Report, Vibration Testing Machine-1
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Vibration Testing Machine
University of VictoriaFaculty of Engineering
Summer 2010 Work Term ReportVibration Testing Machine:Design, Construction and AnalysisRocky Mountain BicyclesDelta, British ColumbiaJames HerriotV00657090
Work Term 3Mechanical Engineering
[email protected] 31, 2010
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Table of Contents31. Summary:
43.1 Principal of operation:
63.2 Design considerations:
83.3 Construction and Machining:
List of Figures
5Figure 1 Junkers Vibration testing machine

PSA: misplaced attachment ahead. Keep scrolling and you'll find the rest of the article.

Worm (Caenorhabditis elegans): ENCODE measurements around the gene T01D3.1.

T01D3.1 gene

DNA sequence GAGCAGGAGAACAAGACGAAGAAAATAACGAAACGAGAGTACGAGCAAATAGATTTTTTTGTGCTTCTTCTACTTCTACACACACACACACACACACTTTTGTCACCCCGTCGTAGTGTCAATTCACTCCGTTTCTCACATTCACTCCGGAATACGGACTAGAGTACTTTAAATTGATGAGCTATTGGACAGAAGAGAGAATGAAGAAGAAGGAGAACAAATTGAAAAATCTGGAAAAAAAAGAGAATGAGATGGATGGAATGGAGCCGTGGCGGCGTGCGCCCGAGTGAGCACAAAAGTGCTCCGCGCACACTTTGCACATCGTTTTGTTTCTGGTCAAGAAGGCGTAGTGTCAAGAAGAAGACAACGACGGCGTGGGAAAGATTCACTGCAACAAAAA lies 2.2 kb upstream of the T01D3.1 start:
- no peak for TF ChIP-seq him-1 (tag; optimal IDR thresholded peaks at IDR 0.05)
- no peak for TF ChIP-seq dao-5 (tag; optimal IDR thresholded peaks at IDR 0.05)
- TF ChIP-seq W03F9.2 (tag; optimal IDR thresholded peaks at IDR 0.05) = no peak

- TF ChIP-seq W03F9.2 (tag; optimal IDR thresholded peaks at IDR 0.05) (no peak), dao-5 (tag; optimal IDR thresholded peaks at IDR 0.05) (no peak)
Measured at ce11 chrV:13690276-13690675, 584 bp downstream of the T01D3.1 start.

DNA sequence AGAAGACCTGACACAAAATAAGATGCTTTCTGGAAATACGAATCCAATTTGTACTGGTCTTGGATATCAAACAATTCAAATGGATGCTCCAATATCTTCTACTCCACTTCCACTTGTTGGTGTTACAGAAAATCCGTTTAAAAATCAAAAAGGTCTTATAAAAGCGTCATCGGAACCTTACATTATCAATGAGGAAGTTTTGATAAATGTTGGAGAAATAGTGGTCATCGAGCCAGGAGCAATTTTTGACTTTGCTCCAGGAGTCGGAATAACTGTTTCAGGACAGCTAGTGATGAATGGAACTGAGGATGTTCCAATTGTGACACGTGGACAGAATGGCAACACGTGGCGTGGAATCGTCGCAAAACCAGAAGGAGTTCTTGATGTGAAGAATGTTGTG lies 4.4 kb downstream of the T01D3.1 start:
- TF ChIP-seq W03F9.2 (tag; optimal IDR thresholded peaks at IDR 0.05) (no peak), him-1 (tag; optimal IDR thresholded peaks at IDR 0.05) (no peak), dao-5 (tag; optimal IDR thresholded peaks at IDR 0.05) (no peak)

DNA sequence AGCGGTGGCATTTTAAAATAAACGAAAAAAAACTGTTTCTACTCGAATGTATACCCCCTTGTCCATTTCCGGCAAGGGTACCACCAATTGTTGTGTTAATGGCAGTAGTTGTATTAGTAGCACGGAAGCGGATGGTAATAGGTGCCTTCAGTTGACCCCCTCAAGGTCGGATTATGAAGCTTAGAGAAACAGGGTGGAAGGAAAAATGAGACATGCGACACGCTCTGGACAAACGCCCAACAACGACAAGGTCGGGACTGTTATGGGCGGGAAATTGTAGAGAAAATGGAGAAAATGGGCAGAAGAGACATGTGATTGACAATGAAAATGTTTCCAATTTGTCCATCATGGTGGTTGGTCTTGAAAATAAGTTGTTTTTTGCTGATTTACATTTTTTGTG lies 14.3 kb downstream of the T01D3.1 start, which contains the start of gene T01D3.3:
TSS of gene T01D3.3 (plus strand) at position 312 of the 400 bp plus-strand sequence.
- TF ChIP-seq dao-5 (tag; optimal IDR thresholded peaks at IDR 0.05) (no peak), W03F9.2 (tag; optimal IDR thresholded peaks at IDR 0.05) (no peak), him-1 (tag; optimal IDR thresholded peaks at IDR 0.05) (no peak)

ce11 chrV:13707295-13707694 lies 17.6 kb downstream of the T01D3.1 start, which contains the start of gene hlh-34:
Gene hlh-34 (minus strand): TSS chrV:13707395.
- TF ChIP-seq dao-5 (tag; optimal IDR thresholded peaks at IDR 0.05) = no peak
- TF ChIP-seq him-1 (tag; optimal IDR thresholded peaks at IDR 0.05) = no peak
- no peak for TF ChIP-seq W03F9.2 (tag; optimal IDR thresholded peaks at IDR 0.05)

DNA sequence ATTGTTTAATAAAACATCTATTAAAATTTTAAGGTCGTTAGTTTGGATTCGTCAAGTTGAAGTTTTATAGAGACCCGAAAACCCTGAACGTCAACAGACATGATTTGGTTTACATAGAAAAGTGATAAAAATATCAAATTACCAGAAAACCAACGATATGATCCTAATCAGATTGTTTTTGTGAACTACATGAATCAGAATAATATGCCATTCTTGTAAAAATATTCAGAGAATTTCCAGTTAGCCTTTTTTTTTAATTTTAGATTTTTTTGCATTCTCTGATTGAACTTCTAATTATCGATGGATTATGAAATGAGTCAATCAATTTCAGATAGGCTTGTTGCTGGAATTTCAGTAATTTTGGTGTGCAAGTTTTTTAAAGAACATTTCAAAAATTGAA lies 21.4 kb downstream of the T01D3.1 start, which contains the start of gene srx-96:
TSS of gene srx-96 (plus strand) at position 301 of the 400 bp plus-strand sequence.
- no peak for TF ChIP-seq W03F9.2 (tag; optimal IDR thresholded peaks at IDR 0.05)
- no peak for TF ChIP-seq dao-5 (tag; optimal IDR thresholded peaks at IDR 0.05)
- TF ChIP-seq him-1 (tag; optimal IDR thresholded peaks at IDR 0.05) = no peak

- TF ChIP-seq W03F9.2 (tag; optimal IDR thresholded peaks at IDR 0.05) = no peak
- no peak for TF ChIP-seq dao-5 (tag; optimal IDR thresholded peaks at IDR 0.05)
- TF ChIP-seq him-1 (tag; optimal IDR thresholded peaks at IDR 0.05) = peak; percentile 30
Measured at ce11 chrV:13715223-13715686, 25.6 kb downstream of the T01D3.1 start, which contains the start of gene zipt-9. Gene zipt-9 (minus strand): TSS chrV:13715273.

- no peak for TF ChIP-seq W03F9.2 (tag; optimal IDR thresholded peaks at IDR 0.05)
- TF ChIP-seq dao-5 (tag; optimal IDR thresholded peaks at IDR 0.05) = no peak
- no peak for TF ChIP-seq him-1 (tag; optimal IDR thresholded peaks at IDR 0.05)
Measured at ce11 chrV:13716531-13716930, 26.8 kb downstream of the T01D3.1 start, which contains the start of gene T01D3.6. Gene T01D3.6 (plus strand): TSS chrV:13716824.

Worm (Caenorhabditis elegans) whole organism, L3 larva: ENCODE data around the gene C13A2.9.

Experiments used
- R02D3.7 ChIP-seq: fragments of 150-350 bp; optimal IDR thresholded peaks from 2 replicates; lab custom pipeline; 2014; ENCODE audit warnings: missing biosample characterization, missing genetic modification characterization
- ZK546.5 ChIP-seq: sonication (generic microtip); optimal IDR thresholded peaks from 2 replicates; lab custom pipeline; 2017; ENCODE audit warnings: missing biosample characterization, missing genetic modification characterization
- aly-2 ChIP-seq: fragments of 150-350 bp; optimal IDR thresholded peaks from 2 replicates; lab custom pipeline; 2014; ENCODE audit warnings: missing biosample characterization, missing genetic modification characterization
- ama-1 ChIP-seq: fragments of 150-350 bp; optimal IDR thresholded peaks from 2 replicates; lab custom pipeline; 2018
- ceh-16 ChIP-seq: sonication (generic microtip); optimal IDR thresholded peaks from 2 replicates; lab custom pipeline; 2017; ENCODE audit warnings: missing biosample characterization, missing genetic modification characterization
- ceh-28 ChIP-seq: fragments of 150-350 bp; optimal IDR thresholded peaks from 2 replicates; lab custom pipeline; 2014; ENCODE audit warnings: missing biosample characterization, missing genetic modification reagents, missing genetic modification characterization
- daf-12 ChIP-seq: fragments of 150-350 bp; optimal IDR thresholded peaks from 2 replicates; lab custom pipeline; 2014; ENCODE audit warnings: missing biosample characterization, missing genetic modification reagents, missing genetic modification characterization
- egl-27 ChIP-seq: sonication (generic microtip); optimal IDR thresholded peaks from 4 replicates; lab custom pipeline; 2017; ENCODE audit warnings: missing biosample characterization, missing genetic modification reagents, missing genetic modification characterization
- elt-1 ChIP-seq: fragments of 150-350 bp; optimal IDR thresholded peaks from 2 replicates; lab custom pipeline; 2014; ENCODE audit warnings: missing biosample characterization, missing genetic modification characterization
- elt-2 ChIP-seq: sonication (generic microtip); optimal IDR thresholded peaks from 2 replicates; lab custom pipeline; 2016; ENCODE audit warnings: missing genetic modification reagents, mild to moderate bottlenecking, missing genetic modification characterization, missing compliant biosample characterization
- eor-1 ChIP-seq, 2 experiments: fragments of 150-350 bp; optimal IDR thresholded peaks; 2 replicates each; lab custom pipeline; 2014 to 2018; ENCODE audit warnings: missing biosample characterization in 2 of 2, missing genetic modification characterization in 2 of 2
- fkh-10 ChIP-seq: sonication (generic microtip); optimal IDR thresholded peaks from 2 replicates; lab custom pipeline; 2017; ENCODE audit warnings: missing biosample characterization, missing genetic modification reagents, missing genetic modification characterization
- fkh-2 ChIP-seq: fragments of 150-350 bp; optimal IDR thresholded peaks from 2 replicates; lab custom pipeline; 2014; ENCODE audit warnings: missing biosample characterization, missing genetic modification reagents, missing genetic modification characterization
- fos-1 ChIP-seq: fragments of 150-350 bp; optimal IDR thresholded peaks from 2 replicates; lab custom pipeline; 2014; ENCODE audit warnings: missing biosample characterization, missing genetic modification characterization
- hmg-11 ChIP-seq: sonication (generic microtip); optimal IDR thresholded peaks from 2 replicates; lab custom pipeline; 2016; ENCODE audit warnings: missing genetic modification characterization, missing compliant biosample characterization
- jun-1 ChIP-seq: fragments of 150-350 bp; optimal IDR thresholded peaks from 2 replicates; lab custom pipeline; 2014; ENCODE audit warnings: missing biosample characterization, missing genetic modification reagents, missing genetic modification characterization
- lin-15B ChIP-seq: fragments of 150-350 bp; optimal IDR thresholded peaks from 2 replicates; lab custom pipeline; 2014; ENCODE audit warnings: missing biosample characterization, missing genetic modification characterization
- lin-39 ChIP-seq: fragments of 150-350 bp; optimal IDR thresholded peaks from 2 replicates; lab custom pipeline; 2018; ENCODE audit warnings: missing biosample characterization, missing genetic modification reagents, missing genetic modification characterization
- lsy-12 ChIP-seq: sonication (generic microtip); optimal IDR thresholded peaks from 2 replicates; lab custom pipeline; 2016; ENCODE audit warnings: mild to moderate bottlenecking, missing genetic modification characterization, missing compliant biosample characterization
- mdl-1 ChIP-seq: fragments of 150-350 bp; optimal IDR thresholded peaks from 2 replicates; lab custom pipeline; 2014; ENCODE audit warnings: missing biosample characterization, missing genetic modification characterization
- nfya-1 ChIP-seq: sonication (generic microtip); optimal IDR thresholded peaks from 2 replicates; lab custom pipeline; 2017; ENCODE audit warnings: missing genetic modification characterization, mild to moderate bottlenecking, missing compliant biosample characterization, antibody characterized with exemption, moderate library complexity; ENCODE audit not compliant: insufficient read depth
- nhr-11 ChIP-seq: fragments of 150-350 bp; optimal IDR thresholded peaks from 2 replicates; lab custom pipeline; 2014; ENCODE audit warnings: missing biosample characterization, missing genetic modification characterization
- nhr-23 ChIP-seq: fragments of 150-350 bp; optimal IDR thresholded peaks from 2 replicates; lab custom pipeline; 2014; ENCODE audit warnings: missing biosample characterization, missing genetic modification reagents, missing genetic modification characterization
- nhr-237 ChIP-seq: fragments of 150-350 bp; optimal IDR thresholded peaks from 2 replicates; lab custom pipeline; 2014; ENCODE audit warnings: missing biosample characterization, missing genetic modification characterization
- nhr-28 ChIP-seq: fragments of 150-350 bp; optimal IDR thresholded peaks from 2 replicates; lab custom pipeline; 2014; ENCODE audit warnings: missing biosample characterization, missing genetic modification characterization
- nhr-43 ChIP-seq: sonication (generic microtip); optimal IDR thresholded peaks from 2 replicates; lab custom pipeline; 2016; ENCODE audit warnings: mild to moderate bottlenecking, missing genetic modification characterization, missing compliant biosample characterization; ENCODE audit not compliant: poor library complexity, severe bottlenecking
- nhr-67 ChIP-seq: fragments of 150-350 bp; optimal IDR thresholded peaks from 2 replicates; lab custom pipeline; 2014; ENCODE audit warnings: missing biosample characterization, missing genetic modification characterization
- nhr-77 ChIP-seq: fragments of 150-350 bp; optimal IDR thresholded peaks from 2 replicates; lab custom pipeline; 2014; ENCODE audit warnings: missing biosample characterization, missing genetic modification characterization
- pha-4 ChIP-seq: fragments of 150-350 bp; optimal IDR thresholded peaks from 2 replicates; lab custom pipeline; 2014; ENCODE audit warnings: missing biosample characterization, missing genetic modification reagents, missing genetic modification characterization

5Figure 2 Transverse shear
6Figure 3 Proposed Machine layout
7Figure 4 Graph
7Figure 5 Custom anodized aluminum hardware
7Figure 6 Bolt holder
8Figure 7 Offset shaft and sleeve
9Figure 8 Finalized design
10Figure 9 Bottom plate with needle bearings
10Figure 10 Bolt inserts
11Figure 11 Torque specification
12Figure 13 Assembled Dry 1:08
12Figure 12 Wear plate
13Figure 14 Assembled with grease ~25 sec
14Figure 15 Completed machine